The Sushi Tails: Ingredients

Sushi Rice

The beauty of sushi is in the simplicity of its ingredients. A perfect harmony of subtle perfection. The essence of flavours is inevitably a reflection of the quality and freshness of the components used. While you may be able to hide ingredients that are not top notch in many cooked foods by blanketing them under sauces and dressings, with sushi there is almost nowhere to hide. In this light it’s crucial to spend a bit of extra time and money to ensure you’re getting the best.

We’re already saving money making sushi at home and we know we are going to lose a bit of quality because we aren’t all trained sushi chefs who’ve studied the art for decades. So, let’s make the effort to get the best ingredients for the job.

The Rice

I’ve seen sushi made with all sorts of rice and the truth is many varieties are usable. However, the line between good sticky rice and lumpy mushy rice is very fine. Sushi rice is cultivated to be just perfect for the task at hand. It won’t harden up and dry out on you as quickly as some other types of rice and the high starch levels naturally binds the rice without becoming clumpy.

You can find a bunch of brands or types of sushi rice at the grocery store, and this will do in a pinch. I took the time to visit Rube’s Rice in the St. Lawrence Market to chat about my little sushi project. They pointed me to some Kokuho rice that is the gold standard. You can find good sushi rice at any Asian supermarket.

The Vinegar

Sushi vinegar is not white vinegar. Do not attempt to use it. Your kids will not forgive you. Sushi vinegar is made from rice. It comes in two general types: seasoned and unseasoned. While it’s possible to season your own rice vinegar at home I find the pre-seasoned one works just fine. Seasoned sushi vinegar is basically rice vinegar with salt and sugar. Without this seasoning your sushi will taste a little flat.

If you want to make your own it’s fairly simple. Seven parts rice vinegar; five parts sugar; one part salt.

In case you were wondering why sushi always scores fairly high in calories it’s because the seasoned vinegar has sugar in it. If you’re interested in keeping the calorie count down you can definitely try using unseasoned vinegar or making your own and holding back on the sugar content.


The Fish

Do not – I repeat – DO NOT use anything but fresh fish for your sushi. This generally means sourcing it from a market or fishmonger. After you get used to seeing really fresh fish you will never be able to buy the limp, dilapidated grocery store fish again. Yes, it’s often more expensive and yes, it’s worth it.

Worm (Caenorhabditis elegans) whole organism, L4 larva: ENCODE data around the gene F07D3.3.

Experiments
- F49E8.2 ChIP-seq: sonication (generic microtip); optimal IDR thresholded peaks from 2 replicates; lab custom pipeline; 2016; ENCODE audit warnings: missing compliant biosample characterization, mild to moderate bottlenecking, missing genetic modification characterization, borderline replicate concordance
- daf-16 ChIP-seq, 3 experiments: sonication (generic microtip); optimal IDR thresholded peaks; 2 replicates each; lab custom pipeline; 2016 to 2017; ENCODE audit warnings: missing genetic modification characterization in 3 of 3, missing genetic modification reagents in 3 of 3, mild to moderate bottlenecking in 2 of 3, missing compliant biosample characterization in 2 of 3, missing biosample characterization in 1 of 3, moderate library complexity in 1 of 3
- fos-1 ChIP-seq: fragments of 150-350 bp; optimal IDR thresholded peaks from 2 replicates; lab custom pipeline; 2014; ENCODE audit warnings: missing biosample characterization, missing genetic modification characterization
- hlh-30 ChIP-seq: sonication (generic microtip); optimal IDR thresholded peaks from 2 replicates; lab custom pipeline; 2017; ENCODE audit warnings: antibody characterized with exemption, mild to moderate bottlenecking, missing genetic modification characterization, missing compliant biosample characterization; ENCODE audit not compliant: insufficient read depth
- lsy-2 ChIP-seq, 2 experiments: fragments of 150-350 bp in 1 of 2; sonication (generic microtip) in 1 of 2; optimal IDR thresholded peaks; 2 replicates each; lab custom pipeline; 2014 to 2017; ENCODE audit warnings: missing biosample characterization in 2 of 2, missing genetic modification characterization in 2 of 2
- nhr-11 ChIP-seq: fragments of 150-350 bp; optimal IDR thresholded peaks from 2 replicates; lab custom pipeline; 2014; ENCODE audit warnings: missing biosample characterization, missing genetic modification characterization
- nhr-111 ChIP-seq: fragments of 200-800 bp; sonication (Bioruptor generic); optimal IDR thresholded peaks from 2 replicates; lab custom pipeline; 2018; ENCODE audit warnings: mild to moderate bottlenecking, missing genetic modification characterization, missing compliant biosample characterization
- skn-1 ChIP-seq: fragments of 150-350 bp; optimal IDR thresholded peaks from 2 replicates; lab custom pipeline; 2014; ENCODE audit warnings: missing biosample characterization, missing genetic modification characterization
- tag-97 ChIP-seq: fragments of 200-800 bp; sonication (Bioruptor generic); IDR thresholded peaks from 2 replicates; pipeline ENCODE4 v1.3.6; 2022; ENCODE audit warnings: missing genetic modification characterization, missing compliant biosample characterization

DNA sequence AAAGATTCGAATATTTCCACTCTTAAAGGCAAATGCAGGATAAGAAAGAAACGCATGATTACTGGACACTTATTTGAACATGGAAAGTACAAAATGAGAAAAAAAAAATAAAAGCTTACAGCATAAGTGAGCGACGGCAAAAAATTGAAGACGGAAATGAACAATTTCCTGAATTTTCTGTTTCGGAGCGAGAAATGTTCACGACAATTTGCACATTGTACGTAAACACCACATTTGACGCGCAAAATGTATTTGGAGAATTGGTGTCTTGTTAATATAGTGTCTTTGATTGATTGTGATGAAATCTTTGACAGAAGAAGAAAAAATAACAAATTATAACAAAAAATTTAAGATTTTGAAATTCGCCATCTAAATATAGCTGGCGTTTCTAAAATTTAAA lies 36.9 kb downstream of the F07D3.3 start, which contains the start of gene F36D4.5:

In most sushi the fish is eaten raw. You do not want to eat sushi made with fish that isn’t fresh. It doesn’t taste good and it can make you very, very sick.

As mentioned before, you may be able to hide slightly dated fish if you fry it and smother it in sauce. You will not be effective in doing the same with your sushi. Fresh fish should be bright and shiny. It should look vibrant and be firm to the touch. It should smell like the ocean. Not like rotting fish.

If you are getting salmon or tuna you can ask your fishmonger to de-bone it and skin it for you. Many of these stores will sell sushi-grade salmon if you ask. If you can’t get fresh fish you should be making vegetarian sushi.


Nori sheets are used to wrap maki sushi rolls. They are made from seaweed in a method not too different from paper-making. The sheets are usually lightly toasted before using for sushi. Since I’m planning to make chirashizushi for my family it’s not as integral to the finished product. I like using nori flakes to sprinkle on top of my sushi bowl when making chirashizushi. You can find them already pre-toasted and mixed with sesame seeds. Perfect!

The Vegetables

Buy fresh firm vegetables that are in-season. How would you feel after sitting in the back of a truck for a week as you bump your way across the continent from sunny California or Florida? Your vegetables feel the same way. In Ontario greenhouse cucumbers and peppers are available nearly year-round!


I guess what I’m trying to say is: buy fresh and buy good quality ingredients. Sushi is a delicate balance of flavours that really shines on the elements used to create it. You won’t regret it!

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